One of the nicest Christmas cards I've ever gotten was from a former colleague I will call Joan.
At one time, she was brilliant in her profession. Unfortunately, due to an illness, Joan wasn't able to recapture her former level of excellence. The problem was that no one was willing to tell Joan.
She continued to get hired -- and six months later, get fired. Friends kept telling Joan to continue her pursuit, declaring she was still qualified. I finally pulled Joan aside and gently explained that life isn't fair. It wasn't fair that Joan was sick, not recovering and unable to execute with her former flair.
I also shared with Joan that she wasn't being fair to herself. By going after the same positions, she was setting herself up for failure. It wasn't fair; however, it was the truth.
The Christmas card I received in 2003 thanked me for being understanding and upfront with her. In Joan's words, she thanked me for being a "truth teller" when others weren't.
I often have thought more sales teams would be more productive, be more genuine and close more sales if they would just learn to be truth-tellers.
Here are just a couple of examples:
Example A -- The prospect asks you to put together a proposal. The salesperson hasn't heard any dissatisfaction with the prospect's current vendor.
Truth-telling response: "Mr. Prospect, I would be happy to put a recommendation together for you. However, I haven't heard any reasons why you would need to leave your current supplier. They seem to be giving you excellent service, fair pricing and are good at anticipating your needs. What am I missing?"
Isn't this the truth? Why should the prospect switch? Why should you spend hours on a proposal for a prospect with no problems?
Example B -- The prospect asks you to put together a recommendation but won't allow you to speak with other decision-makers. The salesperson knows input from other members of the organization is necessary.
Truth-telling response: "Mr. Prospect, I am going to decline turning in a recommendation. I can turn in a proposal; however, without input from the rest of the team, the proposal will be insufficient and miss hitting all company objectives."
Isn't this the truth? Missing data equals poor solution.
The above examples sound simple. So why is truth-telling hard on a sales call?
Salespeople are afraid of the truth. We don't want to hear the prospect is happy and satisfied because that means we may have to go out and find a new prospect. It's more comfortable spending time and energy creating proposals than creating new relationships.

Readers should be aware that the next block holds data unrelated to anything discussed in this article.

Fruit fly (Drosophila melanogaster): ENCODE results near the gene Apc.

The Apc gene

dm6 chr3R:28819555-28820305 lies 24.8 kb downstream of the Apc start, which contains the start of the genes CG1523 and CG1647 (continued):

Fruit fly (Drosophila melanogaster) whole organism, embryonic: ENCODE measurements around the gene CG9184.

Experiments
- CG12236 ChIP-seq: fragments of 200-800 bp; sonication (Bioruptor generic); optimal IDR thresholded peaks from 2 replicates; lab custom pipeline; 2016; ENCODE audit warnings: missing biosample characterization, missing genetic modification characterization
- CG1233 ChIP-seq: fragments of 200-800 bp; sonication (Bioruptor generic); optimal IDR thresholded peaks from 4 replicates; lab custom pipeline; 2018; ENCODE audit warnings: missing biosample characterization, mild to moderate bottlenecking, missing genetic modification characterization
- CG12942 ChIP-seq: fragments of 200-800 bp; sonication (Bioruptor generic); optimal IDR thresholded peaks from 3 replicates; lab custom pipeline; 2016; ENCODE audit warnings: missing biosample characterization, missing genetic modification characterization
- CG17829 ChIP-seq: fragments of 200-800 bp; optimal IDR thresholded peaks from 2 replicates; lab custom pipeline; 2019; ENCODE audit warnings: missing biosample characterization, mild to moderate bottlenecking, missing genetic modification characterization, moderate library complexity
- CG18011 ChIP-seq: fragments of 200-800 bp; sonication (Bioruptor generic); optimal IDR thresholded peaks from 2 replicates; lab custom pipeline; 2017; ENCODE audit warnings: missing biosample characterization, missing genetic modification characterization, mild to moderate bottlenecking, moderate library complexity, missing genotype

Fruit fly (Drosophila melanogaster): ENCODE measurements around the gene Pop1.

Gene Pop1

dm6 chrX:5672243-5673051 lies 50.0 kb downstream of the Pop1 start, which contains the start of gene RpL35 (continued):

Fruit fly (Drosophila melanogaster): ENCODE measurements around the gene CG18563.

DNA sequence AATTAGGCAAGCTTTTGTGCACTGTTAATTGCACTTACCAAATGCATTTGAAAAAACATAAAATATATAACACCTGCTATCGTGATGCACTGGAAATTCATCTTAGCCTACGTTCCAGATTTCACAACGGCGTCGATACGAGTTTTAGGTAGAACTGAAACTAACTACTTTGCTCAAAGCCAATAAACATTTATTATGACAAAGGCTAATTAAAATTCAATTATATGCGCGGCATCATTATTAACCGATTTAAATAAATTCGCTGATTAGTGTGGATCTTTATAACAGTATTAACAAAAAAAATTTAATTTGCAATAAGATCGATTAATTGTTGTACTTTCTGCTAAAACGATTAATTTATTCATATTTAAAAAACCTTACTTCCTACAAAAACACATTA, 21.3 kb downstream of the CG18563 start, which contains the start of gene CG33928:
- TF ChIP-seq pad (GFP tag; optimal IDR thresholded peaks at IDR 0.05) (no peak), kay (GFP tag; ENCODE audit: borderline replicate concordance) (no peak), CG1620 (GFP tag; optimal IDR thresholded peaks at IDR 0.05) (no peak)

There is lack of conviction in our sales process. For example, a good surgeon goes into surgery with the correct instruments, technology and nursing staffing. They don't compromise or skip steps. They have a process for surgery.
Good salespeople need to be just as convicted in their sales process and not compromise or skip steps. They need to be truthful with prospects about their process for doing a "sales diagnostic" in order to provide an effective recommendation.
Truth-telling doesn't stop with sales and sales calls. It extends to sales management and leadership roles. I have had good mentors in my business and sales career. Many of these mentors were truth-tellers holding up a mirror to my weaknesses.
One such mentor was Kline Boyd, my former boss. He was a gracious, Southern gentleman. I was a young, brazen Midwesterner climbing the corporate ladder. More than once, Kline pulled me aside, pointed out how my direct style offended others, suggested I slow down and reminded me to treat others the way I wanted to be treated.
Did I always like truth-telling? No. Did truth-telling make me grow as a person and professional? Yes. Truth-telling is a great gift.
So why don't more leaders engage in truth-telling?
It's not always comfortable and may create conflict. Many people equate conflict with hostility and anger. What most people don't understand is that a relationship with any depth to it probably has experienced some kind of conflict. (Anyone reading this article married?) Conflict often provides an opportunity for introspection, growth and change.
Truth-telling isn't a popularity contest. I strongly believe the sales manager's main role is to develop and grow people, both personally and professionally. That growth may come from teaching a salesperson how to work on a team to being more effective on a sales call to developing good work habits.
It may not be easy to tell the truth about someone's attitude, lack of sales skill or poor time-management skills. But keep in mind you may be the first sales manager to tell this salesperson the truth. You may be the first sales manager who cared enough about the salesperson to confront him or her with the reality of the situation. You may be the first sales manager who is helping this salesperson grow.
Truth-telling is a great gift. It's free. Pass it on.